Celanese secures low carbon CCU methanol certification

US-based specialty material solutions provider Celanese has been recognised for its low-carbon methanol after it showcased a greater than 70% reduction in carbon footprint compared to fossil-based methanol production.

The company was recognised by the International Sustainability and Carbon Certification (ISCC) for its use of carbon capture and utilisation (CCU) to produce low-carbon methanol as part of its Fairway Methanol joint venture with Mitsui & Co., Ltd.

Granted under the ISCC Carbon Footprint Certification system, the newly certified methanol is produced using CO2 industrial emissions that would otherwise be emitted into the atmosphere.

Low carbon hydrogen is then combined with the CO2 to convert it into a methanol building block used for downstream production.

“We’re proud to be the first to receive ISCC CFC certification for CCU materials, which allows us to strengthen our ability to offer customers a wider range of lower-carbon footprint products,” said Kevin Norfleet, global sustainability director, acetyls at Celanese.

According to the company, the ISCC CFC system verifies CO2 capture and tracks sustainable feedstocks in the CCU process.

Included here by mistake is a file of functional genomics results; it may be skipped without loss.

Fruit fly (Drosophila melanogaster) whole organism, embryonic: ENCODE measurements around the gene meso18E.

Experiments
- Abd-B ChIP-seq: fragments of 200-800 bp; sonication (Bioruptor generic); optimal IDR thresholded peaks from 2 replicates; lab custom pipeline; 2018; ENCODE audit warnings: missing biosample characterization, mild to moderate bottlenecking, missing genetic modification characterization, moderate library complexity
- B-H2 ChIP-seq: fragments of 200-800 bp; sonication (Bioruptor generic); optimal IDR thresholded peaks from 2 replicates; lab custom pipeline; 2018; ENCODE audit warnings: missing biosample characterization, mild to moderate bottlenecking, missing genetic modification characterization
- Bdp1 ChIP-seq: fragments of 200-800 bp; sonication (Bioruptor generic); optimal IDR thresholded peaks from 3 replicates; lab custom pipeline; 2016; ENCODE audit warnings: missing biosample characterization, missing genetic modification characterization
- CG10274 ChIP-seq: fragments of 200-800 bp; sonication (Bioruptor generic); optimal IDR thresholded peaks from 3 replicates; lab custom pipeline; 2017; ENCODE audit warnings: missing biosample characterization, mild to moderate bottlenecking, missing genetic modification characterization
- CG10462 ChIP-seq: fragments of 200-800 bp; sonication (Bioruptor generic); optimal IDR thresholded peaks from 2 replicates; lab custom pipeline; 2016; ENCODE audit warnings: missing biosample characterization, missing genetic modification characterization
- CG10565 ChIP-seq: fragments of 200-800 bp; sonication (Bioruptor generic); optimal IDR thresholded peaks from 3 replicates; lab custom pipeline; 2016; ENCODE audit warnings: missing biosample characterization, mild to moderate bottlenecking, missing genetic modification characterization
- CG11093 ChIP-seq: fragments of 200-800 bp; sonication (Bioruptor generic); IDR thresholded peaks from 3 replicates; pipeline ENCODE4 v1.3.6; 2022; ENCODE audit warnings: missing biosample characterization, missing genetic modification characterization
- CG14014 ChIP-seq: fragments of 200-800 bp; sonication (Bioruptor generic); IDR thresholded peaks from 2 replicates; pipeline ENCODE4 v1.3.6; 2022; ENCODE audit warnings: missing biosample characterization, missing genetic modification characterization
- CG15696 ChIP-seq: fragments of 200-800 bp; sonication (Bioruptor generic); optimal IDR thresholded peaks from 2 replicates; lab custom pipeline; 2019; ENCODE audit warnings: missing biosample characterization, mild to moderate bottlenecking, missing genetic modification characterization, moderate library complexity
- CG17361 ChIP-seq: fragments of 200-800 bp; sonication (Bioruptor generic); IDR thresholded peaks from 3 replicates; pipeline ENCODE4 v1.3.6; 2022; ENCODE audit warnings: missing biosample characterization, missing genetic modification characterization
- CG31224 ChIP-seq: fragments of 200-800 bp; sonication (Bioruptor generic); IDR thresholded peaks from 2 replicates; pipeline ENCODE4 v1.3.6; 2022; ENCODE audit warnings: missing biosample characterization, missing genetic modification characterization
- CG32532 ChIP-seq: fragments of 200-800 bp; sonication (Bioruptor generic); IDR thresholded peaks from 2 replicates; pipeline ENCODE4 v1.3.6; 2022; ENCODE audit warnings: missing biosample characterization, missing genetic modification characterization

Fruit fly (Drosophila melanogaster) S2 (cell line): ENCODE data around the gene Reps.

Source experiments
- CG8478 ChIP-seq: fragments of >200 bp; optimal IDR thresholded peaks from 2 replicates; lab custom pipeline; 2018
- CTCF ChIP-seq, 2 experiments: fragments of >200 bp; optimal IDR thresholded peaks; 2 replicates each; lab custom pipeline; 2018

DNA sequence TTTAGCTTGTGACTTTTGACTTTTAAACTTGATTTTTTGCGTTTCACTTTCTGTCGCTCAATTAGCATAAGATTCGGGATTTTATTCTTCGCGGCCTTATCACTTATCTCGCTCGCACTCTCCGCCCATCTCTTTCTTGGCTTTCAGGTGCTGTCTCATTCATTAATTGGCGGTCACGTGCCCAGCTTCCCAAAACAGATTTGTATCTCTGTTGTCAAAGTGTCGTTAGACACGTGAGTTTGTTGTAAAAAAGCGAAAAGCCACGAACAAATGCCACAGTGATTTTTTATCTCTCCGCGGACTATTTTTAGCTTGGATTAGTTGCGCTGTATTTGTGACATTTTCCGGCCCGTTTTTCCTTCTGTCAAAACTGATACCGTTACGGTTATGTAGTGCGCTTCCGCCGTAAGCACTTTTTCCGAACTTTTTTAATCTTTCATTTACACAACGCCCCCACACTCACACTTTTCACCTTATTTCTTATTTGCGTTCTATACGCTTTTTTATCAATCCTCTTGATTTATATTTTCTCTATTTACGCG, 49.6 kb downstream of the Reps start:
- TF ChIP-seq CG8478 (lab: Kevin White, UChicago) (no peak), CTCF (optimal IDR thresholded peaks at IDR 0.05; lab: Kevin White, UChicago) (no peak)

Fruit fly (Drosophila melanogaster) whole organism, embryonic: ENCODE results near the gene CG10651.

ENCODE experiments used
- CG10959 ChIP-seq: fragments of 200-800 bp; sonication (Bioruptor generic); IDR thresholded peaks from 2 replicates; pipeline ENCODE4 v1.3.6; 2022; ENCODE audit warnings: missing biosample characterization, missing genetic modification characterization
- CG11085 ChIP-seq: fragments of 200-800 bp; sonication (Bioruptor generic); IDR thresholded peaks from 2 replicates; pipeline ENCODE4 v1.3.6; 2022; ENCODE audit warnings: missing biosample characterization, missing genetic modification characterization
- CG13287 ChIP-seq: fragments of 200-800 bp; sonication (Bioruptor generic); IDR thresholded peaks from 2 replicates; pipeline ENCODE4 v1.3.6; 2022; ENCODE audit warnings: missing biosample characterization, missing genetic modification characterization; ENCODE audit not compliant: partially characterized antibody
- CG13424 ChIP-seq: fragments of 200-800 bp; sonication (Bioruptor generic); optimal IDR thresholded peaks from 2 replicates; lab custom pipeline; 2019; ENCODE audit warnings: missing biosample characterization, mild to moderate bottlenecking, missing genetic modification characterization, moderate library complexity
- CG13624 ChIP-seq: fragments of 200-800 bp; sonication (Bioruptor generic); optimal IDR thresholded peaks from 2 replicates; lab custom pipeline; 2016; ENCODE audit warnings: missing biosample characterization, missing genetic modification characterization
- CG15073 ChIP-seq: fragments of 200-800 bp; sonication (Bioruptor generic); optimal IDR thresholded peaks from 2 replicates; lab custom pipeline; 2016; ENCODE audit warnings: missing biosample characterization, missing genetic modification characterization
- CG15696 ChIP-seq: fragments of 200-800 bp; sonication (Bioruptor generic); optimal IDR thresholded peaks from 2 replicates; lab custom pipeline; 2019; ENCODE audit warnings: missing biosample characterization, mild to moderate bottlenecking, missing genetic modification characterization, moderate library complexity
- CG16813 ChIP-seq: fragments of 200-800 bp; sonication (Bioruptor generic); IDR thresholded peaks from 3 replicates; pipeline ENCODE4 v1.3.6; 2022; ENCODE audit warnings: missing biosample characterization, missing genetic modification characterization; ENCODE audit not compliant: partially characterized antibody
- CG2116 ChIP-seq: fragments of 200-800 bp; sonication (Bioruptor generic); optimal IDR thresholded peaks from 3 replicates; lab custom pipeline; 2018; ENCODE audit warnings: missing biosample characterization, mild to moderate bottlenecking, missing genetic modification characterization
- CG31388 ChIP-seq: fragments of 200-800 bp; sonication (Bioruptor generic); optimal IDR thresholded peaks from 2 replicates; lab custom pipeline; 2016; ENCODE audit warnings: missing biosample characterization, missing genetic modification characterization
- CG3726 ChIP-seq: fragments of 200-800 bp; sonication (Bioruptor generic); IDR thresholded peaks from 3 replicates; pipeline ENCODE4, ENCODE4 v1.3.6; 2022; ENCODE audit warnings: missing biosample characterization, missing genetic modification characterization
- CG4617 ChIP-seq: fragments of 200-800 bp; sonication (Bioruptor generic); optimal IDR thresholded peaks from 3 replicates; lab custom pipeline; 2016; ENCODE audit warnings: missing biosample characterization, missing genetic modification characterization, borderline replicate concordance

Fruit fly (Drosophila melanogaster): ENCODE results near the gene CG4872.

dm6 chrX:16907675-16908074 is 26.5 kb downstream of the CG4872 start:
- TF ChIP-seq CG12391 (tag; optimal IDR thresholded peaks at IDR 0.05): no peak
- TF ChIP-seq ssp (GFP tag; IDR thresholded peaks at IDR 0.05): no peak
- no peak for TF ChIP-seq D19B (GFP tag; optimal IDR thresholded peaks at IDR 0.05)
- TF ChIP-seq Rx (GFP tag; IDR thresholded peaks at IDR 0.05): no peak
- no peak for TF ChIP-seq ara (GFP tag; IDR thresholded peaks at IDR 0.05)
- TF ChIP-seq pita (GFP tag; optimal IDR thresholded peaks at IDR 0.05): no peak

Jan Henke, Director ISCC and MEO Carbon Solutions said that the award comes on the back of an increased interest by companies to certify the carbon footprint of their products.

“For us, the integration of CCU and CCS into the new certification is only the start. Step-by-step, we will optimise the scheme together with our stakeholders and take into account existing standards,” he added.

Three main technologies are used for the conversion of CO2 to methanol: direct CO2 hydrogenation, dry reforming and tri-reforming of methane.

CO2 hydrogenation to methanol involves combining CO2 and hydrogen in the presence of a catalyst at high temperature and pressure.

The catalyst helps the conversion of the gases into methanol through a series of chemical reactions. At first the CO2 and hydrogen molecules adsorb onto the catalyst surface before undergoing transformation in carbon monoxide and water, eventually forming methanol.

Green methanol can be produced when the hydrogen is generated using renewable energy through electrolysis. 

Methanol is increasingly being looked at as a way to reduce the emissions potential of transport fuel, especially in the maritime sector.

Using methanol produced either from biomass or captured carbon and hydrogen from renewable power, can reduce CO2 emissions from container ships by 60% to 95% compared with conventional fuels, the Methanol Institute said.

Driven by its use in construction and manufacturing, global methanol demand stands at around 100m tonnes per year.

A 16,000 TEU container ship consumes 30,000 to 40,000 tonnes annually, according to the Methanol Institute. Newly released data on the methanol market reveals that global methanol consumption is expected to reach $77.6bn by the end of 2032.

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